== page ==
Help for Haiti’s Journalists

by Genevieve Long for my blog on Media and Foreign Policy for the Foreign Policy Association

The Committee to Protect Journalists (CPJ) has moved quickly to connect with and help Haitian journalists impacted by the recent earthquake there.

CPJ has responded with direct assistance for basic daily needs to “get them on their feet again”, according to the organization.

CPJ’s Journalist Assistance program is cooperating with Jean Roland Chery. He is a reporter for Radio Haiti-Inter who lives in New York, but maintains an outstanding network of contacts on the ground in Haiti. Through Chery, the CPJ has been able to develop a network of on-the-ground contacts to reach journalists, see what they need, and find out whether partnering with local organizations is possible.

Chery’s blog about Signal FM tells about the only Haitian radio station to have broadcast continuously before and after the Jan. 12 earthquake.

The organization is also in touch with Guylar Delva, Haiti’s leading press freedom advocate, and head of SOS Journalistes, which protects local reporters and promotes professional journalism.

You can read about his experience in the earthquake on the CPJ Blog.

A thaw in U.S.-North Korea relations?–Radio Smart Talk, Thursday, August 6

LISTEN TO MY INTERVIEW ON WITF RADIO HERE

Written by Scott LaMar

Is it a sign of progress?  Former President Bill Clinton’s publicly unannounced trip to North Korea Tuesday, that secured the release of two American journalists, may have opened the door for better cooperation between the two rival nations.

The White House stated that Clinton acted as a private envoy and wasn’t negotiating with North Korea.  The U.S. and several other nations have denounced North Korea for it’s on-going attempts to develop nuclear weapons.  The communist regime of Kim Jong Il launched a long range rocket, conducted a nuclear test, and test fired missiles earlier this year.

It’s not clear if President Clinton discussed nuclear proliferation with Kim.
Will this episode lead to at least the resumption of talks between the U.S. and North Korea?
GUESTS
John Park, Sr. Research Associate, Center for Conflict Analysis and Prevention, U.S. Institute of Peace
Genevieve Long, a contributing editor for The Epoch Times and a blogger on foreign affairs for the Foreign Policy Association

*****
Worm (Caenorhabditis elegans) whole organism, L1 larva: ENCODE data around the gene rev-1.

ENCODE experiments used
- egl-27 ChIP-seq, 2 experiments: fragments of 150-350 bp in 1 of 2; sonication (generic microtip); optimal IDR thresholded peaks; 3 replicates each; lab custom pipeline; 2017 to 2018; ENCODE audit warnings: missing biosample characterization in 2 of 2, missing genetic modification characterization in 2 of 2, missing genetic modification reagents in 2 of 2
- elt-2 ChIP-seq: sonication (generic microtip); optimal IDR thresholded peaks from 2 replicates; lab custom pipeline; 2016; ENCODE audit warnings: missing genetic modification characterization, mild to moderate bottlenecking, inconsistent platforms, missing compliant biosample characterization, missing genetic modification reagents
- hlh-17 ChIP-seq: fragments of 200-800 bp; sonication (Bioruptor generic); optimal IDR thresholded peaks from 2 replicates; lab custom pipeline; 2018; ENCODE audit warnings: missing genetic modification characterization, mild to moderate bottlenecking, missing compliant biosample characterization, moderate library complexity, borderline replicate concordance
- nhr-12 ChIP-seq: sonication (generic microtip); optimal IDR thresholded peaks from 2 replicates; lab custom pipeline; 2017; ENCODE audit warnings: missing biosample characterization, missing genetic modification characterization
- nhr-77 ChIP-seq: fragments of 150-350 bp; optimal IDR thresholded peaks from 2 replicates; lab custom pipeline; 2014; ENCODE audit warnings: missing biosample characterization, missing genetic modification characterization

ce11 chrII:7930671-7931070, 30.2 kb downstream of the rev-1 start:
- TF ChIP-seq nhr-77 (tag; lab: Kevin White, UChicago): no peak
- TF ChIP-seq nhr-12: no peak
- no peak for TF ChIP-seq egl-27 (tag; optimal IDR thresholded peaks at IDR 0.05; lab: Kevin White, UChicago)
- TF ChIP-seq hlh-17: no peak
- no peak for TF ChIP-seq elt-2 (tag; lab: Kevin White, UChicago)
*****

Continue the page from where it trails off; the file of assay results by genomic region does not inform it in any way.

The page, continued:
Chinese Netizen Journalists Face Restrictions

by Genevieve Long for The Foreign Policy Association

In a country like China that is already so restrictive of press freedoms, it’s surprising that the grip of control could be tightened any further. Yet, according to a new press release from the non-governmental organization Freedom House, that’s exactly what is happening.

Freedom House says it is “dismayed by new Chinese Internet restrictions,” which include stricter rules about video sharing websites. The measure follows closely on the heels of a gruesome video that was circulated last week which contained graphic footage of alleged persecution of Tibetans. The video, which was widely circulated, could have been linked to Chinese authorities blocking YouTube.

Of particular concern to Freedom House is a section of the new restrictions which reads:
“The regulations specifically mention videos from “netizen reporters,” who have played a critical role in informing Chinese citizens about police brutality, the melamine scandal, and the lethal consequences of corruption surrounding the Sichuan earthquake.”

Netizen is defined by the dictionary as a blending of the two words citizen and net. So a netizen reporter, under China’s repressive laws governing the dissemination of information and control of information, could be a crucial link between the public and information. Even in the face of the facts that a netizen reporter has no media affiliation or fact-checker or editor, they would still be potentially doing what has been referred to in new media jargon as “acts of journalism”.

The gathering and dissemination of information under the current circumstances in China, even without editorial content or control, could be critical information nonetheless.
Mark Twain once said, “Get your facts first, and then you can distort ‘em as much as you please.” The Chinese people deserve the opportunity to at least have access to the facts, and can then decide what to do with them.

In addition to being a contributing editor for The Epoch Times, Genevieve Long writes the Media and Foreign Policy blog  for the Foreign Policy Association, where this piece was first published.